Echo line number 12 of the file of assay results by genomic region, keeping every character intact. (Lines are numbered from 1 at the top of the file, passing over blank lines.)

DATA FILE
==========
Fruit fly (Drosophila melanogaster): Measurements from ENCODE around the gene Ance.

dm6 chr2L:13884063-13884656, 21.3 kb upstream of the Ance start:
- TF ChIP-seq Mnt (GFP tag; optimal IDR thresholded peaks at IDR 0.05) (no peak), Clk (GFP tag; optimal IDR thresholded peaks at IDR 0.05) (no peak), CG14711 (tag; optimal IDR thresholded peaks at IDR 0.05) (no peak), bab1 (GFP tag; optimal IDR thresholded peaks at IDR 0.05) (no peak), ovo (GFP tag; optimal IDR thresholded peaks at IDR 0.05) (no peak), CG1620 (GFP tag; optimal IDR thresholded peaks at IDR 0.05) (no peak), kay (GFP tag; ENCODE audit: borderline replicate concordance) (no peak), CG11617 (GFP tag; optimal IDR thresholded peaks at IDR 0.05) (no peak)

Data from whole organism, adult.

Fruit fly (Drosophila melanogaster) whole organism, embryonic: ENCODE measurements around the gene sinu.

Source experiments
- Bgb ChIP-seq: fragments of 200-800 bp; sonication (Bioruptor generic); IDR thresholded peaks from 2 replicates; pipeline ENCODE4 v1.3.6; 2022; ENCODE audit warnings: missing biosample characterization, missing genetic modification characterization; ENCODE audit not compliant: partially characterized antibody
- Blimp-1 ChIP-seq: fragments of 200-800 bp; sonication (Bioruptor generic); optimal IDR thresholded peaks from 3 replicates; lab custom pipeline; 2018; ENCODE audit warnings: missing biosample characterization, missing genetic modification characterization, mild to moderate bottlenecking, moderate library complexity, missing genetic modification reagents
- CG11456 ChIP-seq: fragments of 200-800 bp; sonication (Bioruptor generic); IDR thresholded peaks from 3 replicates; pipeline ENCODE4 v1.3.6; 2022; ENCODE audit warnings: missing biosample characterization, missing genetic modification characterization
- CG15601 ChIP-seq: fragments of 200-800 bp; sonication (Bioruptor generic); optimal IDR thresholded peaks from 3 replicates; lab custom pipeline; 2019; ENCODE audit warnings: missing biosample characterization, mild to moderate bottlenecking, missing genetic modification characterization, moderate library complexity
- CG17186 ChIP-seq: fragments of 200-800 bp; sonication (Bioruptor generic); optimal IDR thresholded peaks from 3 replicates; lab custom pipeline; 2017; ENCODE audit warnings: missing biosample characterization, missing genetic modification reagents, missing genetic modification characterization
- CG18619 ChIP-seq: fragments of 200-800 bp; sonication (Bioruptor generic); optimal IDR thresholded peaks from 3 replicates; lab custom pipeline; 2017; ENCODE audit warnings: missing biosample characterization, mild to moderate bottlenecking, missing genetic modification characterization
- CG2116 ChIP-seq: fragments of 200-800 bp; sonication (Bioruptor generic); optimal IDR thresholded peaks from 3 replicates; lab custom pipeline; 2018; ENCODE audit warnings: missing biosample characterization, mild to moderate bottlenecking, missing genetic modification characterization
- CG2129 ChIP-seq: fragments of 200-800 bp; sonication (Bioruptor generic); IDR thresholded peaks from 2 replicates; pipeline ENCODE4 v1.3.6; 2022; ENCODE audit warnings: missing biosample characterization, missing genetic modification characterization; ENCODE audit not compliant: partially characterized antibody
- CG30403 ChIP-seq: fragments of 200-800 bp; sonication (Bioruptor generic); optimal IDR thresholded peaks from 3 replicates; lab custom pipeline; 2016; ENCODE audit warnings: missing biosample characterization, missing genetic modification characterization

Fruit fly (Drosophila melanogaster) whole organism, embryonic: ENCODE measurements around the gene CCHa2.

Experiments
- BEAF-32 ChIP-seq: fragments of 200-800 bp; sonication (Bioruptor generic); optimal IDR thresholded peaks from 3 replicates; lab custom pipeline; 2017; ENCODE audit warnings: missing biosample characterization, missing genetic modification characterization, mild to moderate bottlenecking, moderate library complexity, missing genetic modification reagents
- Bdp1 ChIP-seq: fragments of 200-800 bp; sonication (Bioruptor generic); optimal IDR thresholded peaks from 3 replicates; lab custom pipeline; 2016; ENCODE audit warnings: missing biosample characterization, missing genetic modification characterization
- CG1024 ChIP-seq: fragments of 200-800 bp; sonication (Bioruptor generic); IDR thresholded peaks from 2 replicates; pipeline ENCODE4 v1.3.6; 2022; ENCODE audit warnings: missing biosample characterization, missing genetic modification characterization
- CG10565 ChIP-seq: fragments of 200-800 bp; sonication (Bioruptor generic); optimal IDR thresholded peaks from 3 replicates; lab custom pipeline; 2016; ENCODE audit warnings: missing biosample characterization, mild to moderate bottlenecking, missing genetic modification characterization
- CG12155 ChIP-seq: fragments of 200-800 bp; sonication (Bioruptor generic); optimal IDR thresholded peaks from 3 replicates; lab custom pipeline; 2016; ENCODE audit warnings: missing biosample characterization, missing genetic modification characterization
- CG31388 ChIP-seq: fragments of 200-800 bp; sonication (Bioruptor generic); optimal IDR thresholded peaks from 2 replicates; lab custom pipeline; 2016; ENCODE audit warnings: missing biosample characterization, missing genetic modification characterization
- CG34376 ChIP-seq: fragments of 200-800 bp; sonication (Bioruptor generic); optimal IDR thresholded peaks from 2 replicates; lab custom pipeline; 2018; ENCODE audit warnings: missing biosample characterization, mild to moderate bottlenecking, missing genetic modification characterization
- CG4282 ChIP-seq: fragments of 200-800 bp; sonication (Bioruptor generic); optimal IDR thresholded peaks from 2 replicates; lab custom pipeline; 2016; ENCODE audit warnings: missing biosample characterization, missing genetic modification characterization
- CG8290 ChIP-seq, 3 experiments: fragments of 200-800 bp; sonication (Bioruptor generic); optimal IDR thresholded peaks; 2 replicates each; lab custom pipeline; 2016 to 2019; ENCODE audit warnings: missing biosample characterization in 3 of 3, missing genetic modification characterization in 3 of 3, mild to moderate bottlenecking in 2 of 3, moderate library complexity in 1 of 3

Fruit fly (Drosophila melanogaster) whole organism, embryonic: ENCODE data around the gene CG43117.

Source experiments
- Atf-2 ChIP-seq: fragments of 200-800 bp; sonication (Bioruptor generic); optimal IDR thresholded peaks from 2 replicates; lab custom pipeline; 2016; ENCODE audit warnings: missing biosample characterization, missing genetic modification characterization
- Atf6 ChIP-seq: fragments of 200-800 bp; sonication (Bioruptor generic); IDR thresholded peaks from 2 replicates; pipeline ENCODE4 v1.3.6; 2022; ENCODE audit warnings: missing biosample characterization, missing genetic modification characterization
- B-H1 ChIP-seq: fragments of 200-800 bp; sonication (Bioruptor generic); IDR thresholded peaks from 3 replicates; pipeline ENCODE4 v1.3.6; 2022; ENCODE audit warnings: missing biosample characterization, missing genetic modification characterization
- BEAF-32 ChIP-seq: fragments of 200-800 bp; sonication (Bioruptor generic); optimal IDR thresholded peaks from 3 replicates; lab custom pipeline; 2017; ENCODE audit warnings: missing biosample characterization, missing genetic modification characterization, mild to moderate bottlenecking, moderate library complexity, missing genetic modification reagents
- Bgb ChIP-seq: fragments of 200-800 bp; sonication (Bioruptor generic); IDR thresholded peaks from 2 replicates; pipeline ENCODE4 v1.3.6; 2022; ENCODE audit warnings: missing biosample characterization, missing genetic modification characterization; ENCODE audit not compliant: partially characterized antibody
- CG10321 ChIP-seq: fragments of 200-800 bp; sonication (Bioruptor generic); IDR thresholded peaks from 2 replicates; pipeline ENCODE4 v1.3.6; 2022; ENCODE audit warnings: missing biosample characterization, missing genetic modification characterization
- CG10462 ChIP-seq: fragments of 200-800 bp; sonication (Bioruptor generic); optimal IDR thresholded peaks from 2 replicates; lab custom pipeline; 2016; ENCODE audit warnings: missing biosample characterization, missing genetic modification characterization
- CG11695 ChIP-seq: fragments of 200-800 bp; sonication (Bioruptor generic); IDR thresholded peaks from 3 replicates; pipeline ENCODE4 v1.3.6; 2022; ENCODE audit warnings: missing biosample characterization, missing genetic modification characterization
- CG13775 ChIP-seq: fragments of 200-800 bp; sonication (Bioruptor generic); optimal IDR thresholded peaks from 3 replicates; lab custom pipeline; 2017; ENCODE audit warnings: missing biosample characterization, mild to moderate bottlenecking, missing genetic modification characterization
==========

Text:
- CG18619 ChIP-seq: fragments of 200-800 bp; sonication (Bioruptor generic); optimal IDR thresholded peaks from 3 replicates; lab custom pipeline; 2017; ENCODE audit warnings: missing biosample characterization, mild to moderate bottlenecking, missing genetic modification characterization